Nairobi estates where you can't live because of your last name
Joshua Otieno's dream of living in Pangani area, Nairobi was dimmed as soon as prospective landlady noticed his second name. All was well before as the Kikuyu landlady took him around and explained the tenancy agreement; but hell broke loose when she learnt he was Luo.
"She gazed at my ID in shock then told me she was not going to take me in without further explanation," says Otieno, a freelance photographer. Otieno who later rented a house at Zimmerman estate has not shaken off bitterness with that landlady. Peter Macharia, 22 was kicked out of a house in Ngara after he accommodated his college girlfriend. He was barely two months old when he was ordered out of the residence for entertaining women. He settled for a mabati house in Kaloleni estate but a Luhya landlord rejected him when he learnt he was a Kikuyu.
"He told me to come back after two days only for his wife to tell me there was no vacant room. I rented nearby and I realized his house was occupied after seven weeks. He didn't want me," says Macharia.
The two scenarios represent the deep-rooted silent discrimination in tenancy matters in Nairobi estates. Race, marital status, ethnicity and gender are the ruthless parameters used by landlords to vet their clinets. For instance, Parklands which was initially set aside for Asians by colonial masters in 1950s has remained predominantly an Asian zone. Here, non-Asians are unwelcome and the few who find their way there must be vegetarians or not Rastafarians. Apartments along the Eastern Bypass near Mombasa Road are Asian-only residence, while religious groups like Bohra in Karen do not allow mingling with natives.
Luos don't pay rent
The Urban Tenants Association of Kenya (Utak) secretary general Ephraim Murigo says discrimination of tenants is alarming and tends to worsen during elections.
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"Nobody guides the discrimination on tenants but there is widespread stereotypes, for instance in Nairobi, many Kikuyu landlords believe Luos don't pay rent. This was aggravated by the 2007/08 post-election violence in some parts of Eastlands and slums where some Luos refused to pay rent and it took years to kick them out through bloody process. This scared some landlords," says Murigo.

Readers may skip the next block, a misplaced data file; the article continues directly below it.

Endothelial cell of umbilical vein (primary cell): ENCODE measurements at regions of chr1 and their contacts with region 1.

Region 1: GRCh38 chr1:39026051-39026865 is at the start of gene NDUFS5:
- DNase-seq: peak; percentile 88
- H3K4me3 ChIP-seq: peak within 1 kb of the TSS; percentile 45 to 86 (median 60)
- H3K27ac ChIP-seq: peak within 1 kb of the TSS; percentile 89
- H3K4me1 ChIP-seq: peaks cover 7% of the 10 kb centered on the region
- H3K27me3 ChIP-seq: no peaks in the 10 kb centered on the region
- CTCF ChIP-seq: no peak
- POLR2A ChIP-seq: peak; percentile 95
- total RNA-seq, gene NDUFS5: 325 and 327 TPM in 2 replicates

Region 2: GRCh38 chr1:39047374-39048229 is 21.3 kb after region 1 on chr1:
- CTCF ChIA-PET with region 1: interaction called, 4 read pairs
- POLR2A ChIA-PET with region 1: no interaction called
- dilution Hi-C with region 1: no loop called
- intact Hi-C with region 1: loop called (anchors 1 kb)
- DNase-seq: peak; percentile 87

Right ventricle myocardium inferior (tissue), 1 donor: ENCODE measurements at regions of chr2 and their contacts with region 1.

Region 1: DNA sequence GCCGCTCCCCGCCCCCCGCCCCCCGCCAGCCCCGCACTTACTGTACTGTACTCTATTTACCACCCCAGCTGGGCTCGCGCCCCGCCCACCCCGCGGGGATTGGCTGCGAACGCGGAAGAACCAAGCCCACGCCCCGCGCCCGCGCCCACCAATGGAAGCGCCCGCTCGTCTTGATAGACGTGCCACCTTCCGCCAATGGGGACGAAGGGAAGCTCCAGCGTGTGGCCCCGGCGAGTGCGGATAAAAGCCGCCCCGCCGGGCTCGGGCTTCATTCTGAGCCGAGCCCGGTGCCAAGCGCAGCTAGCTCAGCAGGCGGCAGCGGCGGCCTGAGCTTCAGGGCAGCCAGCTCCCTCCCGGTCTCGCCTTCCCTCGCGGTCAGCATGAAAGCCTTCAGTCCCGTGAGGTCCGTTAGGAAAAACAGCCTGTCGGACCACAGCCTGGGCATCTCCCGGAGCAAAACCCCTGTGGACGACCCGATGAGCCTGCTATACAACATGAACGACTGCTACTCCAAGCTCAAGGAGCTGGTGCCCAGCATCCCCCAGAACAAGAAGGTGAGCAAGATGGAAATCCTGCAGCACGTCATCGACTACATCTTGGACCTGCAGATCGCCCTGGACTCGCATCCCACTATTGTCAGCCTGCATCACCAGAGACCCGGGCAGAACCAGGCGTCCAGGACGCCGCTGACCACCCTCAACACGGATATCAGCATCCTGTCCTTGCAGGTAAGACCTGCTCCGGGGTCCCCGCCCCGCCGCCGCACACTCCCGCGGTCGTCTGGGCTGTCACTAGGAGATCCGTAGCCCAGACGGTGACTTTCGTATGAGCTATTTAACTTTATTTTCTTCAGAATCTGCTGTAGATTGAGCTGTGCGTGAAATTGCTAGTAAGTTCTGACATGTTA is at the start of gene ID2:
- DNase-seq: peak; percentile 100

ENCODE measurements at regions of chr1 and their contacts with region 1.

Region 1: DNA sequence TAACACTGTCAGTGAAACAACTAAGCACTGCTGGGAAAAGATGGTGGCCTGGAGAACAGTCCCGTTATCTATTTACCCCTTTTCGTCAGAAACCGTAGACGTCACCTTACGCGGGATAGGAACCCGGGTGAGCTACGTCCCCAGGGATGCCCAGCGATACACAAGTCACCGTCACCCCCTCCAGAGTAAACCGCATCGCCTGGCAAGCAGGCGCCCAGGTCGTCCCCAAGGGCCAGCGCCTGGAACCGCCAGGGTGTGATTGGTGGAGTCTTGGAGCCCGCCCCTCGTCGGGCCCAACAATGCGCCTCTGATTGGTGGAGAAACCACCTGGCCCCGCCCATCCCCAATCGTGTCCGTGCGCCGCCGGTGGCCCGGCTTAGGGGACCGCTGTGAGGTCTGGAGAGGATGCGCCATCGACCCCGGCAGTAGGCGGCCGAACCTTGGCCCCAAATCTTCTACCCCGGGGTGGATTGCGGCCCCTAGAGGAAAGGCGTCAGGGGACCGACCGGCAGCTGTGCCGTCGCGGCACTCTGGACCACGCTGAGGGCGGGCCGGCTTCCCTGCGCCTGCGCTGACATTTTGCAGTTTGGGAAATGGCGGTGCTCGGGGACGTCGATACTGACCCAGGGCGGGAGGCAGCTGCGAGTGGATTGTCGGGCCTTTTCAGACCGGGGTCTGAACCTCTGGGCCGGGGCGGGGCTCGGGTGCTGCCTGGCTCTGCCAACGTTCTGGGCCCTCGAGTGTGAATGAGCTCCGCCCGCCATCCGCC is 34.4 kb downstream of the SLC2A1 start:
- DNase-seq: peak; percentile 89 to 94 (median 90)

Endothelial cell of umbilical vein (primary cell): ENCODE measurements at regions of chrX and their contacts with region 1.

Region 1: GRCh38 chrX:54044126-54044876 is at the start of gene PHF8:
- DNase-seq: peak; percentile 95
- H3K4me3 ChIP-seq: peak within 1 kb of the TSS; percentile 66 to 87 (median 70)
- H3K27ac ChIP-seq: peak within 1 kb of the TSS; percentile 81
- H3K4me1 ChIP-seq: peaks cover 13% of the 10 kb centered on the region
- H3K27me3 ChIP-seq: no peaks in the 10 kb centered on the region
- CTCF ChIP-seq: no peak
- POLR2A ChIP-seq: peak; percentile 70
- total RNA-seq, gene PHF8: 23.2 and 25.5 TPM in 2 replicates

Murigo who handles disputes between landlords and tenants says tenancy is like hospitality that nobody should ask you what your name is.
"This division is all over the country. If you go to Kisumu, many landlords are unwilling to rent Kikuyus and not because they will not pay but because they don't want a relationship with them," he says.
Kambas waste water, shower three times a day
In Nairobi the second name determines where one gets a house for rent. Surprisngly, the rich and famous have no tribal affiliations. They live together harmoniously. Kambas are said to misuse water and flock the small houses with wakwitu (from my place) playing loud songs of Kativui mweene.
A property agent told The Nairobian that Kambas, especially women "Will use water as if there is no tomorrow. They can shower three times in a day, wash clothes from dawn to dusk and have an entire village visit them, going up and down the building making noise," he says.
Merus will threaten to chop off your thende
Merus on the other hand have been accused of delaying rent. They are also notorious for threatening to chop off the thende (buttocks) of the lnadlord, if they keep pestering them. And when they gulp something they will hurl vulgarities in the estate.
Somalis, Sudanese a no-go zone
Meanwhile, landlords fear Somalis and brothers and sisters from Sudan. Even though Somalis pay rent on time, the entire Degodia community of 50 people will squeeze themselves in a two-room house. South Sudanese may have found refuge in Kenya but landlords have developed dislike for them on grounds that they tear down the building besides 'painting' them black with smoky jikos.
Samson Mose, a house agent in Makadara who has interacted with them says they would pay quarterly or annually and demand to be left alone but, "Once they vacate you get shocked to see your house sooty and internal doors pulled down to be used as beds. I don't understand why they can't buy cheap beds but you end up spending a lot in refurbishments."
In Umoja and Inner core estates, some landlords have paid dearly. Kennedy Ndunda, a resident from Umoja who shared a floor with them relocated after they turned unruly, picking fights and arguments with other tenants over petty issues like garbage collection.
There are however landlords who will not entertain bachelors. Others loathe single men or ladies because of their vibrant sex life.
"You don't want to neighbour a man or lady who keep changing sex partners, come home drunk or holds crazy parties," says Grace Nkatha, a tenant in Utawala.
Murigo argues that having one tribe living in the same region or apartment is not a guarantee that all will be well. They still deal with managerial issues, garbage collection or rowdiness.
"We have had cases like an apartment with Luos, Kikuyus, Kambas, Kisiis and Luhyas who live with accusations and counter-accusations. We mediate and some are easily sorted out. I remember in Buruburu we asked young tenants to buy strong beds that make less noise during sex and women to reduce wails during intercourse. The fights stopped," says Murigo.
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